instr 3					; Reads CC# / sets flag accordingly / flag transmitted to INSTR 3
kvalold	init	0
if	kvalold = gkval	kgoto	skip		; Testing to see if The Midi Control Change messages has changed
if	kvalold != gkval	kgoto	next
gkflag = (gkval=1 ? 1 : 0)			; set the flag
gkflag  = (gkval=2 ? 2 : gkflag)
kvalold	=	gkval				; kvalold is a flag used by INSTR 2 to see if the midi 
						; CC has changed values between k rate cycles

The Control section in Instr 4 consists of the lines:

kflag init 0
if gkflag = 0 kgoto end
if gkflag = 1 kgoto audio
if gkflag = 2 kgoto data

These lines use the value in gkflag to trigger a conditional branch that sends the instrument to the different sections that record audio or the loop points.

Playback (instr 5,6,7 & 8)

The playback instruments read from the ftables using a phasor in a similar way as the audio is written. The table opcode is used to index the ftables 3 times. The first two times are to get the loop points from the data table and the third indexing is controlled by a phasor to read the audio from the audio storage table. The speed of the phasor is controllable by a range of -¥/+200% . A resonant lowpass filter is built into the Playback instruments before the output. The playback instruments are the only instruments that are not active throughout the entire performance. They must be turned on with either the GUI activation buttons or a MIDI note on.

FX section (instr 9)

The FX section is a shell instrument that provides a dedicated place to add processing algorithms to the instrument. It has its own output mixer that feeds into the main mixer. This space should be used to add new processing algorithms and anything that is to further affect the output of the looping engines. Currently there are mono ring modulators and stereo phasors in the FX section.

Output (instr 21)

The output separated into two different sections for better organization of the signals. The upper section combines the global variable audio signals into groups labeled a1 through a10. In these groups is where the volume and panning of the individual signals takes place. I used a square root panning equation over other panning methods because of its simplicity and adequate sound quality in a live situation. The outs line further combines these signal groups into the left and right channels with a master volume control.

The lower portion of the output instrument zeros the global variables that carry audio signals. This avoids data accumulation in the variable.

a1 = (gkvol*gasig*sqrt(1-gkpctrlt))        __
|                                            \
|                                             > UPPER BLOCK
|                                          __/ 
a13	=	(garing1+garing2+garing3+garing4)  
outs	gkvolm*(a1+a2 +a3 +a4 +a5 +a11+a13) , gkvolm*(a6+a7 +a8 +a9 +a10 +a12+a13)	;MIXES and OUTPUTS the signals  
gasig	=	0                        __
|                                            \
|                                             > LOWER BLOCK 
|                                          __/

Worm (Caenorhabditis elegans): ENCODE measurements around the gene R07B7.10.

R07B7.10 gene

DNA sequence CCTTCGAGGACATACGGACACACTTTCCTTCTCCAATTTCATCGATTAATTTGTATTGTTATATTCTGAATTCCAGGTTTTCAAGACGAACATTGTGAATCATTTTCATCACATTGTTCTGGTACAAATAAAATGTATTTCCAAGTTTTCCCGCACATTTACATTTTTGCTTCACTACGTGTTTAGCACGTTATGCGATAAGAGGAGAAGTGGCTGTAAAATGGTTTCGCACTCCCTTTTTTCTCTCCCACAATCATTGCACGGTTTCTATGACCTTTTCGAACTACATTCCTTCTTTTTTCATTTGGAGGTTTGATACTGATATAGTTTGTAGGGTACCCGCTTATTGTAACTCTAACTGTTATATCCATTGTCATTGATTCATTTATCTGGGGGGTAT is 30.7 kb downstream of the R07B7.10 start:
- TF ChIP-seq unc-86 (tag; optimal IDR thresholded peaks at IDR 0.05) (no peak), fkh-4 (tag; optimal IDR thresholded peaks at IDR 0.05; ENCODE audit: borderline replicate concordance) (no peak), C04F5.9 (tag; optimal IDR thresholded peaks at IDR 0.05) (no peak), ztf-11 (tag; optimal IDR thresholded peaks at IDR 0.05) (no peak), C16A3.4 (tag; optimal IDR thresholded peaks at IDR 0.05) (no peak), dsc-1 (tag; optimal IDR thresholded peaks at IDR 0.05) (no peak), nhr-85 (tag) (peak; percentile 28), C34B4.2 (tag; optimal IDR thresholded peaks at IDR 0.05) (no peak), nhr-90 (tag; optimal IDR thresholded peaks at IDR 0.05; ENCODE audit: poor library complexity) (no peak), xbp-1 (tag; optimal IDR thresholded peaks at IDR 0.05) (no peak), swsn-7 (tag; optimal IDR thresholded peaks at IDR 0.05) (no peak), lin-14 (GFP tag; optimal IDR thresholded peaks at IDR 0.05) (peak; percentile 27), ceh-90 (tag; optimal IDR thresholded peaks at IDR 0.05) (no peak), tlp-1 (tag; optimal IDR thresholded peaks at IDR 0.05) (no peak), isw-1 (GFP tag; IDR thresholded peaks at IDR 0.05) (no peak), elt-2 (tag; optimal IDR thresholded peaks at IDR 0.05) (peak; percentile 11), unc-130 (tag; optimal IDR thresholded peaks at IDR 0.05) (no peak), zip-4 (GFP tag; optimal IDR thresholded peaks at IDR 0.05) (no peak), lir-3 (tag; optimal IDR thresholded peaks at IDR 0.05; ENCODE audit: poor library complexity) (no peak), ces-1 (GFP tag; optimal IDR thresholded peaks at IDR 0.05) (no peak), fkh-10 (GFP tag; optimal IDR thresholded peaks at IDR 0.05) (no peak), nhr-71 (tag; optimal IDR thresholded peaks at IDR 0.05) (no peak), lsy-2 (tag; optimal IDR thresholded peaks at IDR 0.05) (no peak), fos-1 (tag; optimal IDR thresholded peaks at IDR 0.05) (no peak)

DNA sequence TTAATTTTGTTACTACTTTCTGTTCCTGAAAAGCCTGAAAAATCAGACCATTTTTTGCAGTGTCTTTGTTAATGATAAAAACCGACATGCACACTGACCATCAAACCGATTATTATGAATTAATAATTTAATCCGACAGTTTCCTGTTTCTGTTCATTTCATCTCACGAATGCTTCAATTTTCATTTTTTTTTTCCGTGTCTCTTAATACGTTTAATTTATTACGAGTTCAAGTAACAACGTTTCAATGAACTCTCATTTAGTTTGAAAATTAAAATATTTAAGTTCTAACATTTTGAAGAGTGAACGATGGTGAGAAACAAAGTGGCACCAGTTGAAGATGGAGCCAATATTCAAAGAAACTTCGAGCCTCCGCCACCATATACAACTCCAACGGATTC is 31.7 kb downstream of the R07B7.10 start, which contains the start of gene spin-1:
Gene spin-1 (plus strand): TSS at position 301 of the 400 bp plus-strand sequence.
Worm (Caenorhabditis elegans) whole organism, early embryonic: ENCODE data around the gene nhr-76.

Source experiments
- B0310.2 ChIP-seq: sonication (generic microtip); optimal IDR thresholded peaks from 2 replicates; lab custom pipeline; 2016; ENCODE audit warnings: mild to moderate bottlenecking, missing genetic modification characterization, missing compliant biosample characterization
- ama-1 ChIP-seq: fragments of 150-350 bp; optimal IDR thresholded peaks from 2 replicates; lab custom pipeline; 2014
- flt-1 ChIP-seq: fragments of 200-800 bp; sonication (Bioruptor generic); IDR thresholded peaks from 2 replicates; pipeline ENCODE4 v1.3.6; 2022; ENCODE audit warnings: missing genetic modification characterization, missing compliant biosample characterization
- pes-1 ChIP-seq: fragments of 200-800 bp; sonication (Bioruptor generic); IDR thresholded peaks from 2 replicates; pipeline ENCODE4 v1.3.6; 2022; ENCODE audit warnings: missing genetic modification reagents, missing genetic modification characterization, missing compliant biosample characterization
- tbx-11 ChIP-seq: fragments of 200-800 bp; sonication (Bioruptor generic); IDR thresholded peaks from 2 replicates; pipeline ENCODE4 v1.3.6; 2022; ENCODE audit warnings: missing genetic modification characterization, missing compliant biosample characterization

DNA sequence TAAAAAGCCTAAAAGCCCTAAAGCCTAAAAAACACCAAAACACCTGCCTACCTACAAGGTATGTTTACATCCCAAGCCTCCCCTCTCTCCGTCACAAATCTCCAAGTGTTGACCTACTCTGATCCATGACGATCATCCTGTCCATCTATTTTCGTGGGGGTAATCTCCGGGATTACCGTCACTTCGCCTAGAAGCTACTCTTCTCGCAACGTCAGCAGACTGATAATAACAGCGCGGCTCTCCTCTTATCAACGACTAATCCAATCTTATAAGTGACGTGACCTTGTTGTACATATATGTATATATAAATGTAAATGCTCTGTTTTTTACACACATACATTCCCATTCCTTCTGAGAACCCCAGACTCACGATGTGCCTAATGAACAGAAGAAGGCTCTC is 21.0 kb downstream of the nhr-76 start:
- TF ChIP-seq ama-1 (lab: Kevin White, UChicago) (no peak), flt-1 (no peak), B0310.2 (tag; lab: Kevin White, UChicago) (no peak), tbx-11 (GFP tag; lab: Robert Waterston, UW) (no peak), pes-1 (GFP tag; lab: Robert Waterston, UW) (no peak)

gaphas	=	0                             


For control I have stuck to knobs and sliders, but also present a method that lets one use an on-screen interface or generic MIDI controllers that may be mapped to a favorite controller. The main interface to the instrument is through a controller panel designed with the GUI opcodes found in DirectCsound 5.1. There is a main panel for controlling the instrument and a second snapshot panel for recording preset positions. The snapshots should not be recalled unless all 4 loops have been defined first as it also recalls the record start/stop buttons and a loop containing an extremely small number of samples will be created.

There is a second midi controllable interface hidden away as instr 1. This instrument assigns the k-rate global variables to MIDI controllers. The present controller numbers are mapped to a Fostex Mixtab MIDI control surface. To use the MIDI interface the first istatement in the score must be uncommented. The -+K flag will also need to be present on startup. This will make the GUI interface inoperational and therefore it is recommended to comment out the GUI section of the header when using MIDI.

0 540 ; Instrument 1 --MIDI Control instrument


When Schnackertronics is executed, the master volume is set to full volume and all other volumes are set to 0 and panning is at center. Playback speed is set to normal speed all FX controls are set to 0. The default setup presented here is for use with live input and with the GUI control.

At the beginning of the schnackertronics.csd file there is a set of command line flags that I have found to work on many systems. These may not work for every computer and need to be changed for different uses. More documentation on performance issues is located at the beginning of the schnackertronics.csd file.


Musically I wanted Schnackertronics to be a useful instrument for improvisation in a group setting. I wanted to capture the standard groove-oriented sounds of a phrase-looper and be able to produce ambient and harsh soundscapes interchangeably.


The first example is a 3.5 minute duet between Schnackertronics and guitar. This shows more a traditional use of the phrase looper to resample sounds and to provide a background for improvisation.


Example 2 uses Schnackertronics to process a soundfile of solo cello to demonstrate the system in a sound design use.



Examples 3 and 4 are short excerpts from a live performance where Schnackertronics and guitar working together to provide an industrial soundscape.


Example 5 shows another use of Schnackertronics to support a delicate melody.


I hope that this instrument will spark even more interest in using Csound to build real-time performance systems. As the language expands and computers become more powerful, Csound can offer unparalleled flexibility and power to the electronic artist. The Schnackertronics system is constantly changing to fit new performance demands, but I hope to have provided a strong enough outline be useful as a starting point for other projects.

Acknowledgments Gabriel Maldonado's DirectCsound - A must have for real-time Csounding Richard Bowers real-time article for the Csound Magazine presents another great real-time instrument.